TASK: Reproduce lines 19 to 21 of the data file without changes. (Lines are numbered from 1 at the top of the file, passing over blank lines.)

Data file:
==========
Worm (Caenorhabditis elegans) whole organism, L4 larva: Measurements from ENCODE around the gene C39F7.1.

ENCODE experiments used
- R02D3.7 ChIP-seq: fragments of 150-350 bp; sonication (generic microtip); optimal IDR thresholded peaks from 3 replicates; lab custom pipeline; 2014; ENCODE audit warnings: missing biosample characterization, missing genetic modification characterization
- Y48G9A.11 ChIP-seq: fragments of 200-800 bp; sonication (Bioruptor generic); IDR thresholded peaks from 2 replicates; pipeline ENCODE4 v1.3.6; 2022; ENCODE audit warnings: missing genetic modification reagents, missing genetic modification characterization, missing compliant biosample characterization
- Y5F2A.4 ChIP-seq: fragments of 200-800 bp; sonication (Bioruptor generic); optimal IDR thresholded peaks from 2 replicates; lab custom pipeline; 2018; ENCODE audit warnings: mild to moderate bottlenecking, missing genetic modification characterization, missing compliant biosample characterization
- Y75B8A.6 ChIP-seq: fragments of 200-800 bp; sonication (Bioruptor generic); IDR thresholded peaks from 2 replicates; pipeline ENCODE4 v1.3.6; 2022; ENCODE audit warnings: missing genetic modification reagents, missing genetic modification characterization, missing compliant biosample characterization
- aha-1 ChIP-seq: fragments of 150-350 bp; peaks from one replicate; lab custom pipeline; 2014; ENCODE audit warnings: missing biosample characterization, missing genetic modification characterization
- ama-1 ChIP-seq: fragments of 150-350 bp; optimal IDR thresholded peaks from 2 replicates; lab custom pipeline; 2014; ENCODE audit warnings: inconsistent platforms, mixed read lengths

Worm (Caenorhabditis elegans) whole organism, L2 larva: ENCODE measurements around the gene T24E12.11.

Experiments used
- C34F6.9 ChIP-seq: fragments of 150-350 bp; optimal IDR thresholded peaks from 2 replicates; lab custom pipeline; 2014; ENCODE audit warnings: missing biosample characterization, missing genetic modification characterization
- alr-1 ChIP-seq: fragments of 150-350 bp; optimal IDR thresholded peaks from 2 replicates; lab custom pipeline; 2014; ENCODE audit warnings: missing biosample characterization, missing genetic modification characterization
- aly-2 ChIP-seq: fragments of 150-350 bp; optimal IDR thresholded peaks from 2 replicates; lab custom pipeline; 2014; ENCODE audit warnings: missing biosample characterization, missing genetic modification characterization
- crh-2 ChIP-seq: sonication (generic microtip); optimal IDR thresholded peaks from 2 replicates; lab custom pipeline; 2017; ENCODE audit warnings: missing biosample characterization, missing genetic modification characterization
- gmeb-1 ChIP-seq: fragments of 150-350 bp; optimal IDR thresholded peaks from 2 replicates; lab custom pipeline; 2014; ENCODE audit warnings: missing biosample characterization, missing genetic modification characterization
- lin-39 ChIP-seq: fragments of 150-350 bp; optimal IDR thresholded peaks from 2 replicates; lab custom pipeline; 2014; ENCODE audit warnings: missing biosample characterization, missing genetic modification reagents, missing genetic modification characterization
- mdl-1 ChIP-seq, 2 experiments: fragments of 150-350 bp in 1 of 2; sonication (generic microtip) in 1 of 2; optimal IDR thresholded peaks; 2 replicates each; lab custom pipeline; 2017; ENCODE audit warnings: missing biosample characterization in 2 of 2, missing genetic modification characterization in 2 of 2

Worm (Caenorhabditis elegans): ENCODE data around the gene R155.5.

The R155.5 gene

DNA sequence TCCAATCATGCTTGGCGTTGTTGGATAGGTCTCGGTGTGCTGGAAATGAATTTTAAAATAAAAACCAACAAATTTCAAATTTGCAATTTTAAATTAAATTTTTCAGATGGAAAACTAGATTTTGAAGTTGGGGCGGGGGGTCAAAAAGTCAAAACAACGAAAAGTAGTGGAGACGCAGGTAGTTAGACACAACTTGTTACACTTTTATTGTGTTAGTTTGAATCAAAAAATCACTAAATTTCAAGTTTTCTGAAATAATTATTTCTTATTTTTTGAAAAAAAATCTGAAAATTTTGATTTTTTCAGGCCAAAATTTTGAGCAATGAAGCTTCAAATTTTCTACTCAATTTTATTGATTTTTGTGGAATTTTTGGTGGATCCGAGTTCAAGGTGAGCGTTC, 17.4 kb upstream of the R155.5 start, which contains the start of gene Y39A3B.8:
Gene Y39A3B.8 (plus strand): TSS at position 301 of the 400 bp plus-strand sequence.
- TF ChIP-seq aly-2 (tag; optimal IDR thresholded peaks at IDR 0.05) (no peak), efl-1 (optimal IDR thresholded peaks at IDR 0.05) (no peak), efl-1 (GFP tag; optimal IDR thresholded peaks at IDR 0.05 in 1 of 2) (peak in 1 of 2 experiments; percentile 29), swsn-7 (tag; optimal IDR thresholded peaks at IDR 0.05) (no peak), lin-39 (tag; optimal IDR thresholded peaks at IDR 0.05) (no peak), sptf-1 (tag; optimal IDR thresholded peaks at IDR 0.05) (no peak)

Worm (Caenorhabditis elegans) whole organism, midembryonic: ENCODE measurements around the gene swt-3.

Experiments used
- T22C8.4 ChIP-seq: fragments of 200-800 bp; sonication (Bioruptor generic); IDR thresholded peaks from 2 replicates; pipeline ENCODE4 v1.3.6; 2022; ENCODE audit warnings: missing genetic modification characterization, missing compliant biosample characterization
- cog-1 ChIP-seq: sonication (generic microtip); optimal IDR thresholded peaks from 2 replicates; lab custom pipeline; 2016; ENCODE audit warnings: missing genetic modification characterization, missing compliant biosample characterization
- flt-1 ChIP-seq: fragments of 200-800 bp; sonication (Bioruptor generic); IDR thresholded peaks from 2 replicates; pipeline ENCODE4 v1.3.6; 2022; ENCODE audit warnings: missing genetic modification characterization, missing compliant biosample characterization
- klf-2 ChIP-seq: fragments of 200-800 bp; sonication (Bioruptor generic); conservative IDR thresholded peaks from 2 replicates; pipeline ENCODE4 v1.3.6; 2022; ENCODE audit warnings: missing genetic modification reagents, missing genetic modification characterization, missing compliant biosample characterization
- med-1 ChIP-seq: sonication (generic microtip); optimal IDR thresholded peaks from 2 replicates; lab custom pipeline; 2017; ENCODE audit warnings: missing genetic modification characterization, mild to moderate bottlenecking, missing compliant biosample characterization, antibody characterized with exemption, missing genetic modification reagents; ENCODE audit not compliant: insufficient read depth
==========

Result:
The R155.5 gene

DNA sequence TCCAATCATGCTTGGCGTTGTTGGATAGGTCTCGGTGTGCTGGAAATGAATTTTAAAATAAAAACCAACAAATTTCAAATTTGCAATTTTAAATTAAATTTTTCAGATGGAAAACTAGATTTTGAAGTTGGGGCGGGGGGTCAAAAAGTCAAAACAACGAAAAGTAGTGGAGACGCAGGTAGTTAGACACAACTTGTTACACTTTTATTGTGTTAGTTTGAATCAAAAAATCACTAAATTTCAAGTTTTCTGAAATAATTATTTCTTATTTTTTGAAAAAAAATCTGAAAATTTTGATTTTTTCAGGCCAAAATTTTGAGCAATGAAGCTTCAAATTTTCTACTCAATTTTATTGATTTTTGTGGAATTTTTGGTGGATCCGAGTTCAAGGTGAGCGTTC, 17.4 kb upstream of the R155.5 start, which contains the start of gene Y39A3B.8:
Gene Y39A3B.8 (plus strand): TSS at position 301 of the 400 bp plus-strand sequence.